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Sun-Earth Day 2007 presents: Living in the Atmosphere of the Sun

Sun-Earth Day 2007 presents: Living in the Atmosphere of the Sun

Mercury Transit


The first telescopic observation of Mercury was in 1610, by Galileo Galilee. Through his crude refractor, he could not resolve any detail in Mercury's disk nor Mercury's phases. It was not until 1639 that Giovanni Zupus observed the phases of Mercury. Like Galileo's observations of the phases of Venus, this proved that Mercury orbits the sun, not the Earth. Studying the ephemeris of Mercury published by Johannes Kepler in 1629, Pierre Gassendi saw that Kepler had predicted a transit of Mercury on November 7, 1631. Because of bad weather, only Gassendi and two other observers are reported to have seen the transit.By recording his observation of Mercury against the sun, Gassendi was able to estimate an angular size for Mercury of 20 arc seconds. The mean value for Mercury's angular diameter at inferior conjunction is about 11 arc seconds.

It should be noted that the transit of Venus, first viewed by Jeremiah Horrocks in 1639 was used to derive the distance to Venus and the sun and so the scale of the solar system. Though the transit of Mercury was viewed first and occurs more frequently, it is too far away and too close to the sun to display an easily observable parallax and so could not be used for this purpose.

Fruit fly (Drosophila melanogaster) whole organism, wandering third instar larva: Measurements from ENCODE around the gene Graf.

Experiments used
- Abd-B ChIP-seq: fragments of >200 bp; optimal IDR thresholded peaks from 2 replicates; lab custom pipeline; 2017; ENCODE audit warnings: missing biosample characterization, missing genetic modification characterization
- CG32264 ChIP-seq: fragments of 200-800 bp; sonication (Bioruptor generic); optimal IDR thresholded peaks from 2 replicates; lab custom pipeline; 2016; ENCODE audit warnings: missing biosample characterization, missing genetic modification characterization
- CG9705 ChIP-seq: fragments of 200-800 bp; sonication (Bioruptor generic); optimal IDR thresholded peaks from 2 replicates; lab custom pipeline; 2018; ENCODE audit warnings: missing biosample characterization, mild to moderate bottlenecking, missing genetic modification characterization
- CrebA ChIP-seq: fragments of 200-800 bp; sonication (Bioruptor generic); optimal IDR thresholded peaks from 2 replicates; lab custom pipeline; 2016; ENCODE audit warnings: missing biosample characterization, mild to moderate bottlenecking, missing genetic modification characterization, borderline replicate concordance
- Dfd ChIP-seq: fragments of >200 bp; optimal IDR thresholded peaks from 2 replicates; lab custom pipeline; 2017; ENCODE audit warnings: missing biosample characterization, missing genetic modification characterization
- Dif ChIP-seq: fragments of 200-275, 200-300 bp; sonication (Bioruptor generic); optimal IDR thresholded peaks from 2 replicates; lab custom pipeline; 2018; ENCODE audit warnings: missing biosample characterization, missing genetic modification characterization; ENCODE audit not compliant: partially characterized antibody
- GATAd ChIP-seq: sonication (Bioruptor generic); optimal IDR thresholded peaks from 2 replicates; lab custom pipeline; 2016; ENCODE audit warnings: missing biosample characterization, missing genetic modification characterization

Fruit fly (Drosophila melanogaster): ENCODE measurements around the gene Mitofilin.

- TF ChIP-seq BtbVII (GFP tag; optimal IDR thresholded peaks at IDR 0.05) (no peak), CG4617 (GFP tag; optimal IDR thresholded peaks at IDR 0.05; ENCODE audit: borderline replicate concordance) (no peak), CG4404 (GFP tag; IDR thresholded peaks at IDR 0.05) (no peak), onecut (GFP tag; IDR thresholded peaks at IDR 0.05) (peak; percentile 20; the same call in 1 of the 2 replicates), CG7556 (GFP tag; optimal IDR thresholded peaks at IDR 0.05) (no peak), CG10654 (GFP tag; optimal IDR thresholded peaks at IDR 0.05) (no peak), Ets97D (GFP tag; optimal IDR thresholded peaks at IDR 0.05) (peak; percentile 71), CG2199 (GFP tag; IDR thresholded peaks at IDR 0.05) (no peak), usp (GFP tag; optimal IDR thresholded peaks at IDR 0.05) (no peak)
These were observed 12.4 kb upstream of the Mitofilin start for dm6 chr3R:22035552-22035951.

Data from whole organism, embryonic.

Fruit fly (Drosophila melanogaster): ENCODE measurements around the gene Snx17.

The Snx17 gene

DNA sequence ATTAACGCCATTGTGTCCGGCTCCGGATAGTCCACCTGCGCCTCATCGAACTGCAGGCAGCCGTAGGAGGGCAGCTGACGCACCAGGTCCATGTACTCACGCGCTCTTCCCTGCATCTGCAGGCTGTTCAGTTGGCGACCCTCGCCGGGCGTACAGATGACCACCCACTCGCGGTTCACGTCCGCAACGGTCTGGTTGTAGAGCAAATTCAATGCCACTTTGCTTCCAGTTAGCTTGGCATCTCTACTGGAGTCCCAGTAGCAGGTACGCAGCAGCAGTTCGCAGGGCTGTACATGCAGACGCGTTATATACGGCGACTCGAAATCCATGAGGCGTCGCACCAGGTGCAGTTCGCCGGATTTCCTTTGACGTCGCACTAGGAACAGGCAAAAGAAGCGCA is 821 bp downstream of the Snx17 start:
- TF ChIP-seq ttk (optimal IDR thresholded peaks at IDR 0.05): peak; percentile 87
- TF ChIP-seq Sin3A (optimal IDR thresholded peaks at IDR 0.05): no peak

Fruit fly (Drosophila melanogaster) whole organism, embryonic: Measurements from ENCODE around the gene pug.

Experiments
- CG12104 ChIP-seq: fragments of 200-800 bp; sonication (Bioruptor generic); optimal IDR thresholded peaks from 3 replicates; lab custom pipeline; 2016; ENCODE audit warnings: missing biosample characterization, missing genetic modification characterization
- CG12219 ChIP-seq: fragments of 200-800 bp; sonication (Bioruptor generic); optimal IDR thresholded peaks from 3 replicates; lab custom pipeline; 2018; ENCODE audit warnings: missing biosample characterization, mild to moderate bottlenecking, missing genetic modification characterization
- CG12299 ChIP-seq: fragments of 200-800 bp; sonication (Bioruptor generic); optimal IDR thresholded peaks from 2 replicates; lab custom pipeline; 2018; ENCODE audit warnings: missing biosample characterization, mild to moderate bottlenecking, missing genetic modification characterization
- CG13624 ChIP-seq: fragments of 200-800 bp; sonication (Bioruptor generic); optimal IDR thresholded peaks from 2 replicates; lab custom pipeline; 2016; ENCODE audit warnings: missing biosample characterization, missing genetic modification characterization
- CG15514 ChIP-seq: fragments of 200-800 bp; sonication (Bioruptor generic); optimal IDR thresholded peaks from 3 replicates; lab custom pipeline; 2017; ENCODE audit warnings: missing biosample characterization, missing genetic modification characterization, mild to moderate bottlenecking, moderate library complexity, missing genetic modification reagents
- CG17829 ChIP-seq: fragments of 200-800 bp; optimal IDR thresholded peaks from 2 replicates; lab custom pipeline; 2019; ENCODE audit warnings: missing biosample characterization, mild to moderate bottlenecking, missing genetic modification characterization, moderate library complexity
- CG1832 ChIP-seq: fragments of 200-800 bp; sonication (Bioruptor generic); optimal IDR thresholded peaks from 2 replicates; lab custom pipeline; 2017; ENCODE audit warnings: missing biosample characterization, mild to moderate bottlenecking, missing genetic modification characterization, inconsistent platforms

Coupling between the orbital periods of Mercury, 88 days, and the Earth, 365.25 days, takes Mercury between the Sun and the Earth, an event called inferior conjunction, every 166 days. But because of the large inclination of Mercury's orbit (7 degrees) to the ecliptic, Mercury most often passes above or below the disk of the sun. Only when inferior conjunction occurs at the ascending or descending nodes of Mercury's orbit - the places where its orbit crosses the plane of the ecliptic - will a transit occur at some point on Earth. These transits then happen only in May or November.


On November 8th 2006, a rare crossing of the planet Mercury across the face of the sun will take place for observers in North and South America, Australia, and parts of Asia. In the US, the "transit" will be visible in its entirety from western states and visible until sunset in the mid west and eastern US. The entire transit will take approximately five hours and is the first such transit since the Mercury transit of May 7, 2003 which was well underway at sunrise for only the most eastern parts of the US but most of the rest of the world. Though not as rare as transits of Venus, there are only about 13 Mercury transits each century. The next transit will not be until May 9, 2016 so you don't want to miss this one!


During the transit, Mercury will be only 10 arc seconds in diameter, roughly 1/195th of the sun's 0.54 degree (1937 arc seconds) angular diameter so you will not be able to see it with the naked eye. Solar projection devices may be able to capture an image of the transit depending on weather and observing conditions. To get a really good look, however, will probably require a solar telescope. Best bets here are probably a refractor with at focal length of at least 500mm and preferably 800-1000mm with a white light or hydrogen-alpha filter.

For more information on the transit, go to:

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